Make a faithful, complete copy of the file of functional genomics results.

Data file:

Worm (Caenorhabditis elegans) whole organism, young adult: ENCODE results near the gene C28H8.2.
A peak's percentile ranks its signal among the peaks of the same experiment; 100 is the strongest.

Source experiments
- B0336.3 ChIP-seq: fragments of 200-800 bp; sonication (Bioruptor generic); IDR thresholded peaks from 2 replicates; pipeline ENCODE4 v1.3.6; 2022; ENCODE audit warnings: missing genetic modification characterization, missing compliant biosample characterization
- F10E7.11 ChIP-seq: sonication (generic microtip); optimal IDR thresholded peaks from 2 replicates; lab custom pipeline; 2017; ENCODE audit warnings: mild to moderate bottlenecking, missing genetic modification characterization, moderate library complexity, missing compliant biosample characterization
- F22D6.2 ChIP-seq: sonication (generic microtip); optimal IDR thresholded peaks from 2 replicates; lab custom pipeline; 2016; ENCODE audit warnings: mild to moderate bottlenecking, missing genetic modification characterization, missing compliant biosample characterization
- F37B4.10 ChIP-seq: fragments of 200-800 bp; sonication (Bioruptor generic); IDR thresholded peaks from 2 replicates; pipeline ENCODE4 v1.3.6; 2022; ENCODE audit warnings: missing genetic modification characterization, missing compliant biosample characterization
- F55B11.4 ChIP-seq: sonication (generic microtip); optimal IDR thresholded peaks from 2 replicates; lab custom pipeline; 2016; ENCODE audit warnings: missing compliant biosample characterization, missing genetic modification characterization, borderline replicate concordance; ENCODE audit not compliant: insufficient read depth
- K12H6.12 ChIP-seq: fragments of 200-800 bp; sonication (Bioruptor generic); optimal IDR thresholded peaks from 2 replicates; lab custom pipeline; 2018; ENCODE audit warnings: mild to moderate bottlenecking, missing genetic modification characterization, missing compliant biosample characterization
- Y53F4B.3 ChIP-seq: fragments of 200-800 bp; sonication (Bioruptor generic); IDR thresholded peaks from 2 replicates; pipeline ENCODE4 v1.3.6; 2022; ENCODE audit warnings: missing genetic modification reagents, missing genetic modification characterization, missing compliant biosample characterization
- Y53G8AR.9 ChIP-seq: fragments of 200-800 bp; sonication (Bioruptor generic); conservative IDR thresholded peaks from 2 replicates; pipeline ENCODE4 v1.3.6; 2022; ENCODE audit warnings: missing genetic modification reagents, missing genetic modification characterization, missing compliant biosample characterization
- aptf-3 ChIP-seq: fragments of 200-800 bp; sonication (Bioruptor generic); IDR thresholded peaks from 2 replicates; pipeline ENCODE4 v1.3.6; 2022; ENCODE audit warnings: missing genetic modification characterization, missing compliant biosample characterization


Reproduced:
Worm (Caenorhabditis elegans) whole organism, young adult: ENCODE results near the gene C28H8.2.
A peak's percentile ranks its signal among the peaks of the same experiment; 100 is the strongest.

Source experiments
- B0336.3 ChIP-seq: fragments of 200-800 bp; sonication (Bioruptor generic); IDR thresholded peaks from 2 replicates; pipeline ENCODE4 v1.3.6; 2022; ENCODE audit warnings: missing genetic modification characterization, missing compliant biosample characterization
- F10E7.11 ChIP-seq: sonication (generic microtip); optimal IDR thresholded peaks from 2 replicates; lab custom pipeline; 2017; ENCODE audit warnings: mild to moderate bottlenecking, missing genetic modification characterization, moderate library complexity, missing compliant biosample characterization
- F22D6.2 ChIP-seq: sonication (generic microtip); optimal IDR thresholded peaks from 2 replicates; lab custom pipeline; 2016; ENCODE audit warnings: mild to moderate bottlenecking, missing genetic modification characterization, missing compliant biosample characterization
- F37B4.10 ChIP-seq: fragments of 200-800 bp; sonication (Bioruptor generic); IDR thresholded peaks from 2 replicates; pipeline ENCODE4 v1.3.6; 2022; ENCODE audit warnings: missing genetic modification characterization, missing compliant biosample characterization
- F55B11.4 ChIP-seq: sonication (generic microtip); optimal IDR thresholded peaks from 2 replicates; lab custom pipeline; 2016; ENCODE audit warnings: missing compliant biosample characterization, missing genetic modification characterization, borderline replicate concordance; ENCODE audit not compliant: insufficient read depth
- K12H6.12 ChIP-seq: fragments of 200-800 bp; sonication (Bioruptor generic); optimal IDR thresholded peaks from 2 replicates; lab custom pipeline; 2018; ENCODE audit warnings: mild to moderate bottlenecking, missing genetic modification characterization, missing compliant biosample characterization
- Y53F4B.3 ChIP-seq: fragments of 200-800 bp; sonication (Bioruptor generic); IDR thresholded peaks from 2 replicates; pipeline ENCODE4 v1.3.6; 2022; ENCODE audit warnings: missing genetic modification reagents, missing genetic modification characterization, missing compliant biosample characterization
- Y53G8AR.9 ChIP-seq: fragments of 200-800 bp; sonication (Bioruptor generic); conservative IDR thresholded peaks from 2 replicates; pipeline ENCODE4 v1.3.6; 2022; ENCODE audit warnings: missing genetic modification reagents, missing genetic modification characterization, missing compliant biosample characterization
- aptf-3 ChIP-seq: fragments of 200-800 bp; sonication (Bioruptor generic); IDR thresholded peaks from 2 replicates; pipeline ENCODE4 v1.3.6; 2022; ENCODE audit warnings: missing genetic modification characterization, missing compliant biosample characterization